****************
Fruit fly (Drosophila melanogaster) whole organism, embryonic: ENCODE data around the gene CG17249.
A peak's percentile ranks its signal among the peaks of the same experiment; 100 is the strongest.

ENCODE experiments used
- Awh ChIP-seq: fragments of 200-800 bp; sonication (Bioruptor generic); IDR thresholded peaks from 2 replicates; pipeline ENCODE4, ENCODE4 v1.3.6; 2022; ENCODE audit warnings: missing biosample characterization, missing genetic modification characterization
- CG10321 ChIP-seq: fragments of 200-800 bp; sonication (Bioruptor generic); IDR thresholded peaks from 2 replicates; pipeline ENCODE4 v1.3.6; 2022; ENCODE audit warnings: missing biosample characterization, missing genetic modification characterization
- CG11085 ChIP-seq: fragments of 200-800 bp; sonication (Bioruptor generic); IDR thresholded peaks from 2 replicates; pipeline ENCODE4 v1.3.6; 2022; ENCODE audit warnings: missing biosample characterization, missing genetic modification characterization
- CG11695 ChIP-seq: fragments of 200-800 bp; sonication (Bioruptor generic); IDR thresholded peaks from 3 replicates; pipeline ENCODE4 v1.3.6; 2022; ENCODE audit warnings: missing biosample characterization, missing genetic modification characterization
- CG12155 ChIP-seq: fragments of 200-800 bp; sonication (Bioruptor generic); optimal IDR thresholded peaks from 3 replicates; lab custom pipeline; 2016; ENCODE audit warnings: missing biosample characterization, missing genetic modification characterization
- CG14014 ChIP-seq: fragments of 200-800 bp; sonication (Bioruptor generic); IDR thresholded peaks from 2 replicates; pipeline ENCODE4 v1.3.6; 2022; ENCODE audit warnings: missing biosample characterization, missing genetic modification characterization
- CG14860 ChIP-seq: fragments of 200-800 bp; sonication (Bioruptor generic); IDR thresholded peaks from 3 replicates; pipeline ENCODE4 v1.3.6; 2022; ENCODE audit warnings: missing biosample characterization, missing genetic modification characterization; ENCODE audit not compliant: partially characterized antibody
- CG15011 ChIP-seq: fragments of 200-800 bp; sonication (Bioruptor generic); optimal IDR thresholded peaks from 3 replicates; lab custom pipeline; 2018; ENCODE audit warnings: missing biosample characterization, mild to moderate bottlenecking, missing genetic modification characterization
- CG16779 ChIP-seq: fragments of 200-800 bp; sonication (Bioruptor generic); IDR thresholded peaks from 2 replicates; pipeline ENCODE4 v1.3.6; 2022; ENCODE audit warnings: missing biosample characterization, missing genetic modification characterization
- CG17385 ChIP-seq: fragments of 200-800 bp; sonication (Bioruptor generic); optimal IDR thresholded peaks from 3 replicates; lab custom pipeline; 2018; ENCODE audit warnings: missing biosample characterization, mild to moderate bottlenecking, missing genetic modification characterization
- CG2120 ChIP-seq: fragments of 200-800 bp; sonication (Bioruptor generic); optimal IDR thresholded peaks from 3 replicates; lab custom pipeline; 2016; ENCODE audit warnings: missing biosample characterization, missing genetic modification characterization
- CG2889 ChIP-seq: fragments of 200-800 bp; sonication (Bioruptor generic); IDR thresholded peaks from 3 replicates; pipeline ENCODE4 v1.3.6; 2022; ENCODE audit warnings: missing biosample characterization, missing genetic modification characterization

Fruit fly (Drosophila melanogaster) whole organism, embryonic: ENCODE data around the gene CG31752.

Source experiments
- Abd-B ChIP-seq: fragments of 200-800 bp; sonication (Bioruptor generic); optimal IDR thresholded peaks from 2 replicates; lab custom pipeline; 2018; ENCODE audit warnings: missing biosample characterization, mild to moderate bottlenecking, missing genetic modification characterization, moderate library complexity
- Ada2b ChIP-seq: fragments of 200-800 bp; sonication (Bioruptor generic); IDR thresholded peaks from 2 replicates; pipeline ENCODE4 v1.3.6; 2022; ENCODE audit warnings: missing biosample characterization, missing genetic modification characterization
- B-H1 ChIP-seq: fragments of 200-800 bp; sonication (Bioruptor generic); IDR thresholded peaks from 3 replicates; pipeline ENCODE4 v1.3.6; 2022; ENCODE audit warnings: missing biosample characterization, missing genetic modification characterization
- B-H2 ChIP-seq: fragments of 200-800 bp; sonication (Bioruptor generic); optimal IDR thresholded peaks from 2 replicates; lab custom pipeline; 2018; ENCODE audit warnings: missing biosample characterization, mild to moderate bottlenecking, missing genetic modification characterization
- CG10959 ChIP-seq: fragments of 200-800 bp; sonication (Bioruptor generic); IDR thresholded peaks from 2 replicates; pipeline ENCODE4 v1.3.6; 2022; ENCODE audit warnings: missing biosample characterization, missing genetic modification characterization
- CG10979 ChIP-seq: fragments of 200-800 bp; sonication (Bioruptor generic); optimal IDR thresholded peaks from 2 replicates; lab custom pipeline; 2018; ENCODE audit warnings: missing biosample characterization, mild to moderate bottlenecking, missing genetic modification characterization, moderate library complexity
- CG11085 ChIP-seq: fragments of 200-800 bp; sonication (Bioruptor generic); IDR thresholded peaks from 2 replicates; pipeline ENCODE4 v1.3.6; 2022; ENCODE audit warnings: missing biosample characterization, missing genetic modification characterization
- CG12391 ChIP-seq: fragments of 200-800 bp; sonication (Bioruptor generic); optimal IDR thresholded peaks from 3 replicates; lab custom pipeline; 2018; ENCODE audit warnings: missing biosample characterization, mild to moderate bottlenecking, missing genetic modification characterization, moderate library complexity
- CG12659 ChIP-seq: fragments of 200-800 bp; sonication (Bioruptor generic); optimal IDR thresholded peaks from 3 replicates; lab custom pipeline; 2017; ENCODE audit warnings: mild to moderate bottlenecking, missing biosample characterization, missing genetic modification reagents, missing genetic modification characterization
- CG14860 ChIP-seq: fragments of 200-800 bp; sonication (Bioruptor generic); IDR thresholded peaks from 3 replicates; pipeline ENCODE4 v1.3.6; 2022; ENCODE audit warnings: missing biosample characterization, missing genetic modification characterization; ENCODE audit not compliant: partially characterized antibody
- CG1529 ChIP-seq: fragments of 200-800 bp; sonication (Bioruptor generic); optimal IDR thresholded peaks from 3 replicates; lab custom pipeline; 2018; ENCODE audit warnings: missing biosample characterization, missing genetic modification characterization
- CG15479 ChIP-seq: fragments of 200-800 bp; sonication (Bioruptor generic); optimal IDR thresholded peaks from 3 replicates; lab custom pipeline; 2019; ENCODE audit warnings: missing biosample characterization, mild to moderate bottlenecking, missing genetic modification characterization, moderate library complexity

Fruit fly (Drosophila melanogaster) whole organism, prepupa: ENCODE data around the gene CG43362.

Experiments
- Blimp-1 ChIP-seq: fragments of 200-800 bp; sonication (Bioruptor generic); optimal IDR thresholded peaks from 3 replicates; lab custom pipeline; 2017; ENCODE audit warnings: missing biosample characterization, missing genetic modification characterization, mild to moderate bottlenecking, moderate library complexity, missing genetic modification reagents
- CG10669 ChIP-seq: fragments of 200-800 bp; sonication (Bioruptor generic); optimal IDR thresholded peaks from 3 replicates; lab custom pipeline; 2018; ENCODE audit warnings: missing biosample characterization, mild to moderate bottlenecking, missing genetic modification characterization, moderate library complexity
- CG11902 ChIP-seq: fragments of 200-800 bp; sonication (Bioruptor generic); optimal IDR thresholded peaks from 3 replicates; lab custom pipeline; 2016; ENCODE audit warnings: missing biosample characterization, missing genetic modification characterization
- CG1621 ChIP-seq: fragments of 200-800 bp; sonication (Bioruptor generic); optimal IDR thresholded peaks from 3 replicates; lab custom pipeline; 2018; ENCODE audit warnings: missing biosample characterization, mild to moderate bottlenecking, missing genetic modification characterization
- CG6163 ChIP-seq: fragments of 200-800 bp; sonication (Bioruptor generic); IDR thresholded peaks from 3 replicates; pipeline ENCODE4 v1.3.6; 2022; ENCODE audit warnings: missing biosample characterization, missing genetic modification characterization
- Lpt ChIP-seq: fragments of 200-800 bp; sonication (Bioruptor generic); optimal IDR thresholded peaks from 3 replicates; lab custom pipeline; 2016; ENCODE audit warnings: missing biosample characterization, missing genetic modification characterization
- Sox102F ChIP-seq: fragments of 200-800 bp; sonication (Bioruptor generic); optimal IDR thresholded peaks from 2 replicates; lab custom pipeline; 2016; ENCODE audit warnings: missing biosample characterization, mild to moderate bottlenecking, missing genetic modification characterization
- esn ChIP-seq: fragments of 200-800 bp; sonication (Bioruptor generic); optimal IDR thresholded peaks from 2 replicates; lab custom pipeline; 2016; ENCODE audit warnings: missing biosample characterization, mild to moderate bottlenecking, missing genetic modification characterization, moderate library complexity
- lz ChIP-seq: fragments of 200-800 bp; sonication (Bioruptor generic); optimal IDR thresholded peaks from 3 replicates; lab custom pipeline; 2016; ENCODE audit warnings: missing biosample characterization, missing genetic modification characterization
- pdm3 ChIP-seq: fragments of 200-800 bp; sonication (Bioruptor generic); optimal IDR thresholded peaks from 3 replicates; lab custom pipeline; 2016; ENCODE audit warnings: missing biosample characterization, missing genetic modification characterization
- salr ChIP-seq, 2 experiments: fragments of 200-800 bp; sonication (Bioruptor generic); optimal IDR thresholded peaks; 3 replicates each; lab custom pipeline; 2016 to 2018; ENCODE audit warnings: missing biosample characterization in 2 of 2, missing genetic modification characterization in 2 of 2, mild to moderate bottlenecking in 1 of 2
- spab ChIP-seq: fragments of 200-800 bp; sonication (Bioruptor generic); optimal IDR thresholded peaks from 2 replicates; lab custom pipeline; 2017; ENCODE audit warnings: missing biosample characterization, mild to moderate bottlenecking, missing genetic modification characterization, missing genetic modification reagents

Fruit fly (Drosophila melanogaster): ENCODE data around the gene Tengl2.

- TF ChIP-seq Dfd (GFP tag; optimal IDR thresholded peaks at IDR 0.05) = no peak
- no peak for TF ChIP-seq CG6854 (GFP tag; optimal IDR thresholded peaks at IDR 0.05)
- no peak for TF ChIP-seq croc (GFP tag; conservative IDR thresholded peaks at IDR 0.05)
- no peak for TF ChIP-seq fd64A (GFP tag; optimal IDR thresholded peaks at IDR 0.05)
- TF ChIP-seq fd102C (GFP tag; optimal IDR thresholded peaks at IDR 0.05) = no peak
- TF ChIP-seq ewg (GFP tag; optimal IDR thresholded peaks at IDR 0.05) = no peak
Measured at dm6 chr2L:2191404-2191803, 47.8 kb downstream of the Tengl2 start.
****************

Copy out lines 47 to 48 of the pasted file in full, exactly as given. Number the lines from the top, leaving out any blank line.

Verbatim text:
- no peak for TF ChIP-seq croc (GFP tag; conservative IDR thresholded peaks at IDR 0.05)
- no peak for TF ChIP-seq fd64A (GFP tag; optimal IDR thresholded peaks at IDR 0.05)